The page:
14 January 2019
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Towards the end of 2018, the Trades Union Congress (TUC) proposed that with the advancement of technology a four-day workweek could be a realistic possibility in the near future.

This seems to come in spite of Britain’s uncertain future, where a shorter workweek sounds like a shot in the foot before the race to the global market, and of the concerns surrounding the rapid encroachment of AI into the workplace. Automating human labour means unemployment, right? Well, not necessarily.

If implemented properly, the four-day workweek could actually help to combat unemployment and underemployment by spreading out available work, and in trials in New Zealand and Sweden, benefits to employees included reduced stress, higher engagement, a better work-life balance, and fewer cars on the road – a benefit to the world in general. Not so bad after all.

The problem is that for this large-scale change to take place employers would need the benefits to far outweigh the disadvantages, and there are disadvantages. Depending on the company, clients may expect Monday-to-Friday accessibility on all members of staff, and depending on the type of job, some employees may suffer greater stress trying to fit the same workload into four days instead of five. Maintaining current productivity, rather than growing it, might not be an incentive for companies to make the switch, so what is?

Again, the answer could lie in technology.

Social media and the internet are already shaping the professional sphere in myriad ways that we still don’t fully understand. From a business perspective, the importance of branding and online presence has transformed the public image and marketing strategies of hundreds of companies worldwide.

The aim is still the same (Get more customers) but the method has evolved with the rise of social technology. Now, businesses take on a human voice and image, often tailor-made for the millennial market. On Twitter, you can find fast food chains bantering with reality stars or museums sharing memes, all in the service of business. It’s giving corporate bodies a friendly face, and it works, which is why it could be enough to push businesses into implementing a four-day week.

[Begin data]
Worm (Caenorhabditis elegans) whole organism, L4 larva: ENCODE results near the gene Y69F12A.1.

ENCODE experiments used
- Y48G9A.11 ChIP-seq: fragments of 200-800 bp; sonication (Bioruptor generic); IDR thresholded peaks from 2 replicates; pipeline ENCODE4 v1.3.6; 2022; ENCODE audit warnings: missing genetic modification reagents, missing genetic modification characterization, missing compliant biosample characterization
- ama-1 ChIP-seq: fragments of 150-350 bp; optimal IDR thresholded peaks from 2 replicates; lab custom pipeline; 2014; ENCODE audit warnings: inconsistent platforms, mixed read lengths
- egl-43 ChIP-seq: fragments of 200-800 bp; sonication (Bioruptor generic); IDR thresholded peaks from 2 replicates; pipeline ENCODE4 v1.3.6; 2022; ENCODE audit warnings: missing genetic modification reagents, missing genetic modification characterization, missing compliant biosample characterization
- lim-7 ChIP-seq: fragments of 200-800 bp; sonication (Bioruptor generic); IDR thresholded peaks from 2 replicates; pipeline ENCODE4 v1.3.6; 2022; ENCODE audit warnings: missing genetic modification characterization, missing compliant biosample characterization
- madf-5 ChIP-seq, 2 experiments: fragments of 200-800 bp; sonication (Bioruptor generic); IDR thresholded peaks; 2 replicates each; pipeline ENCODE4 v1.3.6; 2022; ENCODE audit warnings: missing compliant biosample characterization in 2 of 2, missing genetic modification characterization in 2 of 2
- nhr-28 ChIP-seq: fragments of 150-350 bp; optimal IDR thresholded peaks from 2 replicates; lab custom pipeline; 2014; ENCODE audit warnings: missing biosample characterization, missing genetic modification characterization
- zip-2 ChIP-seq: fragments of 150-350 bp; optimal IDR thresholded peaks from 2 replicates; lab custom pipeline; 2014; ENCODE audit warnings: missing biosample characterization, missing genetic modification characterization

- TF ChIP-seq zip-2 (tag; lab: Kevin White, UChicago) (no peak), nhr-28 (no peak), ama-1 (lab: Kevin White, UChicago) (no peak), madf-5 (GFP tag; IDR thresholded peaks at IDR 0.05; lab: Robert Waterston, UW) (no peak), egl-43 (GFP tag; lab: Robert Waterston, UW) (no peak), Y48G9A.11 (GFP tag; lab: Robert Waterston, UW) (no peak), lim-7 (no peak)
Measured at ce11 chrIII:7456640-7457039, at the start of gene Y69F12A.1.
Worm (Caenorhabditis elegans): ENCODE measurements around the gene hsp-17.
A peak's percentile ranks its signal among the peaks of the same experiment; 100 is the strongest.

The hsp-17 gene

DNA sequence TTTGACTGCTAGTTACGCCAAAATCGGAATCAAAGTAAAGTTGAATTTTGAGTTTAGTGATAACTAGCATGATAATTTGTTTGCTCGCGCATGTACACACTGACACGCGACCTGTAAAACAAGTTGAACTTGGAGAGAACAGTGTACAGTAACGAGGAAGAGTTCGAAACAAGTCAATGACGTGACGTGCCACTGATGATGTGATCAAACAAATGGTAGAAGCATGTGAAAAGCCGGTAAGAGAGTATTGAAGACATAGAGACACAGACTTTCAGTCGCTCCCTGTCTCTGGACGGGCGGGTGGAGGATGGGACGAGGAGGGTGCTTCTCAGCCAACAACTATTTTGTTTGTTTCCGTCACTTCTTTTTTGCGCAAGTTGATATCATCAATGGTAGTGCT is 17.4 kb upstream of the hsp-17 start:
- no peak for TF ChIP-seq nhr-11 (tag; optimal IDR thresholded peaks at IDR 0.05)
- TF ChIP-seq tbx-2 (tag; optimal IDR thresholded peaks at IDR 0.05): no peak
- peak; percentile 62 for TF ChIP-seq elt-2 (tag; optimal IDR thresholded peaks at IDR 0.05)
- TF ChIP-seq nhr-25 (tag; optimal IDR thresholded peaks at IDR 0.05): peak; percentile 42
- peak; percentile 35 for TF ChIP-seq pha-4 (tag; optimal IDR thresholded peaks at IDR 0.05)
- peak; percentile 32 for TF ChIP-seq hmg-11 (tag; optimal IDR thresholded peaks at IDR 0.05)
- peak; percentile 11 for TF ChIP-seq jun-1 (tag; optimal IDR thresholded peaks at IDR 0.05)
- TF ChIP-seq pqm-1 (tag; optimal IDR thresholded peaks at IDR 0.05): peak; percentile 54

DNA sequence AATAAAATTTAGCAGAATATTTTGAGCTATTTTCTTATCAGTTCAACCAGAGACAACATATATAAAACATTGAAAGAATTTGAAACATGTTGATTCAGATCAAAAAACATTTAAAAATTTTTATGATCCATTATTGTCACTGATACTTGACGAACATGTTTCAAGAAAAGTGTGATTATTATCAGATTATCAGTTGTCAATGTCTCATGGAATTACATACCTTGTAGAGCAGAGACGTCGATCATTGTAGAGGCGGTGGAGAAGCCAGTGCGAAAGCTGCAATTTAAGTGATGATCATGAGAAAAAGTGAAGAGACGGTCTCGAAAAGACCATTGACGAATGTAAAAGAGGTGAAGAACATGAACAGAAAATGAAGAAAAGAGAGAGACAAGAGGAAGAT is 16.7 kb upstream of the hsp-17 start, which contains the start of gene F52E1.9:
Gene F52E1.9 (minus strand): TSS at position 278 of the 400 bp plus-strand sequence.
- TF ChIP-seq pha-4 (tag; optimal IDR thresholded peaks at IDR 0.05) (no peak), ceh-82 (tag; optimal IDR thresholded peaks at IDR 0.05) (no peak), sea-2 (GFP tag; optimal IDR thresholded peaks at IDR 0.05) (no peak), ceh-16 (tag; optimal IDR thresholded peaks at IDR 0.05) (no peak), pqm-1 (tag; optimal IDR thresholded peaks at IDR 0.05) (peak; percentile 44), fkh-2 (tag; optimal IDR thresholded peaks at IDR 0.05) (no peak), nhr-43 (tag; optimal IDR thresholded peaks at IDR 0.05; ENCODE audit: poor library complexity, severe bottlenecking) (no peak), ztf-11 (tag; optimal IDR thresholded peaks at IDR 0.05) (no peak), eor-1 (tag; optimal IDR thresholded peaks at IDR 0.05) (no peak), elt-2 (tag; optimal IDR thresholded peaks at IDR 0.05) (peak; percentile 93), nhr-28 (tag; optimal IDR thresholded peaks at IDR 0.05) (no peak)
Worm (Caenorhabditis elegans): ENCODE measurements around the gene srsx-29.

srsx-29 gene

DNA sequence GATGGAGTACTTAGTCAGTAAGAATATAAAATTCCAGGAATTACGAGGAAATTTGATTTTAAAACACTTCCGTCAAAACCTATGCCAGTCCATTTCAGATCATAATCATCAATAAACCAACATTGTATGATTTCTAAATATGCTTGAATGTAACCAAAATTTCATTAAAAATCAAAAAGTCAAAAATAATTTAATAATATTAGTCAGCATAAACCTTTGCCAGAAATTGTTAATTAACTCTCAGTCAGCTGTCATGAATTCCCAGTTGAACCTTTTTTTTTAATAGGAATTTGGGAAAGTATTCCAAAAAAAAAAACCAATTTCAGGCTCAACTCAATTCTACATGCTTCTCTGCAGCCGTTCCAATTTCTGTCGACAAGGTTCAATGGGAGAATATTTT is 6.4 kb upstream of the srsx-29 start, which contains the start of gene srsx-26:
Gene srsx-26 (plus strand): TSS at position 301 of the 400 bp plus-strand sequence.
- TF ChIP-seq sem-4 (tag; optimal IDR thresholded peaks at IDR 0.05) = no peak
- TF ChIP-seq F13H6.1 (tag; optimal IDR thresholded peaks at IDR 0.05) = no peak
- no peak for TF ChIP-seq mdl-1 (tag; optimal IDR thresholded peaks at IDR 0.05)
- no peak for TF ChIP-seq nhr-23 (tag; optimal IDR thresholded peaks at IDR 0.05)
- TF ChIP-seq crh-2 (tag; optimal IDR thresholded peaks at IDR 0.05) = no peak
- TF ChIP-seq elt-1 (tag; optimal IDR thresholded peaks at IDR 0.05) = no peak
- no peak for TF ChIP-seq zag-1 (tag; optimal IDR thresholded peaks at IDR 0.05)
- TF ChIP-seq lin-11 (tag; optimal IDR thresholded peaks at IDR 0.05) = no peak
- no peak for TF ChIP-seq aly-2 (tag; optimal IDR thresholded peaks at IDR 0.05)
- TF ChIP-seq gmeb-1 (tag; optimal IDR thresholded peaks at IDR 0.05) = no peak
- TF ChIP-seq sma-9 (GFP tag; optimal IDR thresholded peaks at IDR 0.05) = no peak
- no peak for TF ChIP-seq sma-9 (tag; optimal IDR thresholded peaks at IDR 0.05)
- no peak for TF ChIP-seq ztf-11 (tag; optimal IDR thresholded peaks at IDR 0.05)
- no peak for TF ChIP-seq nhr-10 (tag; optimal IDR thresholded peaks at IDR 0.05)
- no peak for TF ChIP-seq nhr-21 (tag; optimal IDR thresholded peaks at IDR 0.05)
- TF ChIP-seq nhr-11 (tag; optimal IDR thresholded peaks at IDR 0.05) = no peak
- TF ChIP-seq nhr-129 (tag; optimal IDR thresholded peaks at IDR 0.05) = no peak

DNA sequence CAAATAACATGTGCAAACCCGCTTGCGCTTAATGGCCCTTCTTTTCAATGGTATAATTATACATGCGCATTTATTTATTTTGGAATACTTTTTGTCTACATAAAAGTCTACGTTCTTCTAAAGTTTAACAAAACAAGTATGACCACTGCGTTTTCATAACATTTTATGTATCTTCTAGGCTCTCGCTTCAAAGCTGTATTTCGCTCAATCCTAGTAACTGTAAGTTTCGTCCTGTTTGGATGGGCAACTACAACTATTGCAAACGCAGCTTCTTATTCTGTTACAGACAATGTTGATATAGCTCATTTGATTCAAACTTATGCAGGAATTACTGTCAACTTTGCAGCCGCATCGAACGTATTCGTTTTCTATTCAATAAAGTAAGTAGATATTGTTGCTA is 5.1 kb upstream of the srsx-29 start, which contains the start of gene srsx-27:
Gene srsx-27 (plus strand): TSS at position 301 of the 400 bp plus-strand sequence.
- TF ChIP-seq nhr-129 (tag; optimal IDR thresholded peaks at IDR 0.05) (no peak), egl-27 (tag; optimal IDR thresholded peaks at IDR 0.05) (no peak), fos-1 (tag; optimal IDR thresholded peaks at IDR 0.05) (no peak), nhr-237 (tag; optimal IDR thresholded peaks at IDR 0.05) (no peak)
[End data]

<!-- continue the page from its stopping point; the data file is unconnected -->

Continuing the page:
After all, in the era of Pixar Studios’ scooter-friendly offices and Google’s college-campus-esque headquarters what better way to improve reputation and employee retention and recruitment than by boasting a hip and progressive four-day week. It’s the manager-as-best-friend dream come true: they’ll let their employers have a free day off! Just because they care!

For some office workers, they can’t even take a sick day without it turning into a day working from home.”

For a lot of people, the calculated reasons behind these personable facades don’t matter. You’ll still enjoy the benefits of a four-day workweek if you work there, and like me, you might enjoy the wit of a good social media manager. But will the implementation of technology really mean less work?

In January, a Buzzfeed article was published concerning generational burnout, where the author argued that many millennials suffer from constant burnout because they’re always working. This article was widely shared and seemed to strike a nerve with a lot of people. Social media has paved the way for individuals to build their own personal brands, businesses and “side hustles”, but it’s also contributed to an environment of constant work.

The accessibility that makes agile working possible also put employees in the position where they are always available, even when they’re not technically at work. For some office workers, they can’t even take a sick day without it turning into a day working from home.

If a four-day workweek is introduced, there’s every possibility that this could all be foreshadowing work’s steady invasion on the home. It’s easy to say “Well, just leave the work at the office then!” but can we? Each and every one of us believes that by going the extra mile, by working when we’re not expected to, and by building our own platforms and brands, we’ll stand out. But when everyone does it, what makes you so special? And can we really trust our employers not to capitalize on that?

The influence of technology on work can’t be covered in one article. Neither can it be reduced to a black and white/good and evil kind of debate where “technology” as an umbrella term can be revered or reviled fairly. A shorter working week has both advantages and disadvantages, as does the accessibility and networking power of social media platforms.

As time goes on, the influence of this technology on our lives both inside and outside of work is only going to become stronger, and an already blurred line between them could be erased altogether.

Article by
Heather Dowling
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